It's Minority Mental Health Awareness Month!
Today's post is dedicated to Asian Americans and Pacific Islanders. In the U.S., an estimated 18.2 million people claim full or partial Asian descent, according to government figures. This group of people is diverse, ranging from fifth-generation Japanese to newcomers from India.
Estimates vary, but one recent study found Asian-Americans face a 17.3% lifetime chance of getting a psychiatric disorder, including depression. Although that rate was lower than among other minorities, the study called mental health among Asian-Americans a growing public health concern, given the stigma around treatment and barriers to getting it. Asian Americans are less likely than whites to mention their mental health concerns.
Studies of Asian-American college students have found that they had higher rates of depression than white students, and they showed the most distress at the time they sought counseling compared to all racial groups.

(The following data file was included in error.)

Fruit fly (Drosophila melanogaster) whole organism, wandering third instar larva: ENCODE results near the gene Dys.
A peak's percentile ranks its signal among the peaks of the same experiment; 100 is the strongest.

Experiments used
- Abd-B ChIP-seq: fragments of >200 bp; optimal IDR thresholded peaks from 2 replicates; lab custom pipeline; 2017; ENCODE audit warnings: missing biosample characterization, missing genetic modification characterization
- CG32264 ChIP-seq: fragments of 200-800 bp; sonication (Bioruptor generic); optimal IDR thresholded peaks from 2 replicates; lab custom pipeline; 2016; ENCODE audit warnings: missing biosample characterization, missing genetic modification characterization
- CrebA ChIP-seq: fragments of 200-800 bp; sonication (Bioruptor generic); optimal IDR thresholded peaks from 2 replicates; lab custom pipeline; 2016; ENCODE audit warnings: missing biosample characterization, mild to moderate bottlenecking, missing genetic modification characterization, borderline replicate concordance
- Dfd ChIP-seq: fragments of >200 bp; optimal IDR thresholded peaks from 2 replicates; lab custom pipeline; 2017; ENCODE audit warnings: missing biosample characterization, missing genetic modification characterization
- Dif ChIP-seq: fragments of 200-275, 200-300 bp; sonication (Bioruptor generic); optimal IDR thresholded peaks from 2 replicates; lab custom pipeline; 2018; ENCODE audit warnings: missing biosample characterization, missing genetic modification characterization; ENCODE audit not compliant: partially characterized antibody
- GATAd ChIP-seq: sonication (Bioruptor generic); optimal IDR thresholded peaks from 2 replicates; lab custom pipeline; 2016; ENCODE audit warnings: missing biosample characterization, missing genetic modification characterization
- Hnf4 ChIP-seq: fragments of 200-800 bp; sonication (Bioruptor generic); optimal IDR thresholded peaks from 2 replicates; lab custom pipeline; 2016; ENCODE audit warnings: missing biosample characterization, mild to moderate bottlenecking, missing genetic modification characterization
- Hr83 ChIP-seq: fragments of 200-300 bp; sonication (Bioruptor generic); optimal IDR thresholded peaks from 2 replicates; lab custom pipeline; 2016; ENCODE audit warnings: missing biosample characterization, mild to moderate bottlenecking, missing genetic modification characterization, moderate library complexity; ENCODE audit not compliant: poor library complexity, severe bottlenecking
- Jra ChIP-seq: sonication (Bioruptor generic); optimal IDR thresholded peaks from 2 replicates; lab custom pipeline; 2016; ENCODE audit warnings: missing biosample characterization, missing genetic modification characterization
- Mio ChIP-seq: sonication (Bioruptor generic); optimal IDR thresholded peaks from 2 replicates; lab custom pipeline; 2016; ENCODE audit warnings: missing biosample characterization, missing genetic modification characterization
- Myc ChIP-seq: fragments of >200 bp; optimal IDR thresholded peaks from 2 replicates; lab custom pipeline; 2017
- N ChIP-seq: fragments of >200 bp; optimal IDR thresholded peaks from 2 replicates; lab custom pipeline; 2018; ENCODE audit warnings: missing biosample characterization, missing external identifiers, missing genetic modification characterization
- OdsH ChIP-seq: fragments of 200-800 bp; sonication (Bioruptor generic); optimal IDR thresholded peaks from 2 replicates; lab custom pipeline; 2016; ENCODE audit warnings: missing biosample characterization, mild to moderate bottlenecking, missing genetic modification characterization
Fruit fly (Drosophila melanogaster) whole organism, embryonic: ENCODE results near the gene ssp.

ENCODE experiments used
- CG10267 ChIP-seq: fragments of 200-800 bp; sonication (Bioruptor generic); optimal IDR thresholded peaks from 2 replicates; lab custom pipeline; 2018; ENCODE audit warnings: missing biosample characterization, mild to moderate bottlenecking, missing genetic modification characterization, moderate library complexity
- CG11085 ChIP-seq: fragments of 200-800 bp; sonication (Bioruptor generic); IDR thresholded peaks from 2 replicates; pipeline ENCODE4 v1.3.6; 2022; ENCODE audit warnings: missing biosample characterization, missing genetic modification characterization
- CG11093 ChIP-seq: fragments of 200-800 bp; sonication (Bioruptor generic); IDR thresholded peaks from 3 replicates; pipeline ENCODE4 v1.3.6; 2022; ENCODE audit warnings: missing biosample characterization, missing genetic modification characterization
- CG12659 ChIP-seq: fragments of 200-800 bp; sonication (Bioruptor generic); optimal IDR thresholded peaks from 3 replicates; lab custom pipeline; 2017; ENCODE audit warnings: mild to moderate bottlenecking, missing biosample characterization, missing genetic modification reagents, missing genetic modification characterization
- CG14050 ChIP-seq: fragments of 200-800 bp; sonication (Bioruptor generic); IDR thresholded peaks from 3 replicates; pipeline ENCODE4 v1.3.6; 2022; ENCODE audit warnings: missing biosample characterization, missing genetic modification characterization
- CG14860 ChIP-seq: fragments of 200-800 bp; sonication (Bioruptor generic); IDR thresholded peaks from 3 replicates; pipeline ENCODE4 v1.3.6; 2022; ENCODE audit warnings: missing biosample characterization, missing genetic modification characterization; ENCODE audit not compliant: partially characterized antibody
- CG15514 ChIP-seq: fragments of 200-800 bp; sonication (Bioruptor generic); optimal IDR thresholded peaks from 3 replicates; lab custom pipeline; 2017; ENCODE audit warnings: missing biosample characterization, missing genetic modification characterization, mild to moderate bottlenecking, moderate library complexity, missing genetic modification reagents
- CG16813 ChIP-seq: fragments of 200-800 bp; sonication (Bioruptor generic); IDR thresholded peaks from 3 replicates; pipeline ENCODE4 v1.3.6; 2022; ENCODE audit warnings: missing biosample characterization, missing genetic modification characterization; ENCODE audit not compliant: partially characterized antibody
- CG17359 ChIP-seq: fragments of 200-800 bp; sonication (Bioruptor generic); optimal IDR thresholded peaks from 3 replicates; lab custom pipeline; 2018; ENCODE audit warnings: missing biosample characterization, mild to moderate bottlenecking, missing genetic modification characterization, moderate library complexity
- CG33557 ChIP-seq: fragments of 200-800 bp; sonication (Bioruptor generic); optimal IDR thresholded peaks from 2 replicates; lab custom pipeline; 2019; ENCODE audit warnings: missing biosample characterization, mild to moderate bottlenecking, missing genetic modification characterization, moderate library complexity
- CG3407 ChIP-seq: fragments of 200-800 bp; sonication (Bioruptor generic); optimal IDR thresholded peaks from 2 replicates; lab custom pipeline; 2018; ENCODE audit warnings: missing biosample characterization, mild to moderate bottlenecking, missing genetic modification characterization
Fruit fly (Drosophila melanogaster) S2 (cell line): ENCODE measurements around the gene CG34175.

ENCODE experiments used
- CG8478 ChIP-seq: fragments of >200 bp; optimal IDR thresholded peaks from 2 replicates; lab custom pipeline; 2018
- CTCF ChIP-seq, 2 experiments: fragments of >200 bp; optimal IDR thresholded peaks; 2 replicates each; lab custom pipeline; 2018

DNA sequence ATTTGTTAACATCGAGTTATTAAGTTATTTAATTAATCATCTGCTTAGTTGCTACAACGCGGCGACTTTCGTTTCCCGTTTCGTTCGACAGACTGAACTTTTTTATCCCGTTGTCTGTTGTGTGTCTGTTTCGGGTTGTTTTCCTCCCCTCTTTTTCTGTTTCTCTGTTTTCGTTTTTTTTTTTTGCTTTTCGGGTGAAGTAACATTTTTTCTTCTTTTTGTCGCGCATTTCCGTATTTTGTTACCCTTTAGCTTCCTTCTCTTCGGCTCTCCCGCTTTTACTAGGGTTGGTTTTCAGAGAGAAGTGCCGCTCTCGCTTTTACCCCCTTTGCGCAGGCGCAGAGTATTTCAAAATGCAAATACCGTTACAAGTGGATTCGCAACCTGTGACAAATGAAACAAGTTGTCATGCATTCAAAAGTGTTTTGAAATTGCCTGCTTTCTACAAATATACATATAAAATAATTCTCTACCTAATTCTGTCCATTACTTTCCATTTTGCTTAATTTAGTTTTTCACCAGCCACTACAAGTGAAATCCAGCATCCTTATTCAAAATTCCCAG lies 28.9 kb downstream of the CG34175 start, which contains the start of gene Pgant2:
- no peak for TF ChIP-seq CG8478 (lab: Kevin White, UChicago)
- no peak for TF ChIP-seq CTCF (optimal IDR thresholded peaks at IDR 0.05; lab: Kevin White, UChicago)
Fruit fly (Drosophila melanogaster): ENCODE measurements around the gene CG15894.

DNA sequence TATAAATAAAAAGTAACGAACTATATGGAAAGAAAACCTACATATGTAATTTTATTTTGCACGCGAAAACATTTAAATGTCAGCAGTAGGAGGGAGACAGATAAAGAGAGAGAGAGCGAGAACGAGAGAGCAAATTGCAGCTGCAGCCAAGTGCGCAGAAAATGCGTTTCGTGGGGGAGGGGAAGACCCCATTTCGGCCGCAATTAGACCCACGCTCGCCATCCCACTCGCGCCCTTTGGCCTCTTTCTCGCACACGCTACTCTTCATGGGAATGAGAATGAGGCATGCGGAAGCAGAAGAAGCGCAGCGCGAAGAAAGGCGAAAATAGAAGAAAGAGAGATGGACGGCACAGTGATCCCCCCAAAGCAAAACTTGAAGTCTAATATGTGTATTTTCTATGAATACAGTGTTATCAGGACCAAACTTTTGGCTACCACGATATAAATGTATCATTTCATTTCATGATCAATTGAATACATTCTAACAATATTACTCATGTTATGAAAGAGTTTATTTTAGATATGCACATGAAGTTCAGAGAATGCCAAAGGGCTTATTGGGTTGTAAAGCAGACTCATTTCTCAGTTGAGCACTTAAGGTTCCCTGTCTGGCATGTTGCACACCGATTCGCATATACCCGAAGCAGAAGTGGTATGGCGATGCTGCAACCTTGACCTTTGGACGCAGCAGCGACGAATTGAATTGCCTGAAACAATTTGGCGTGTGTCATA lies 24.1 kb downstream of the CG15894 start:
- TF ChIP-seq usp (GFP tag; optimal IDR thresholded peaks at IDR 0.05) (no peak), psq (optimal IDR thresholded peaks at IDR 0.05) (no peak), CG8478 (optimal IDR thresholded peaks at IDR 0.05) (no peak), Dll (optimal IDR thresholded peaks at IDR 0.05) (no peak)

The most high profile manifestation of these issues is suicides. According to CSU Fullerton Professor Eliza Noh, the second leading cause of death for Asian American women ages 15-24 is suicide, and Asian Americans have the highest female suicide rate among all racial groups.
Studies also show that Asian American college students were more likely than White American students to have had suicidal thoughts and to attempt suicide, as well as have greater rates of depression than white students. This alarming trend is also present in the high school population.
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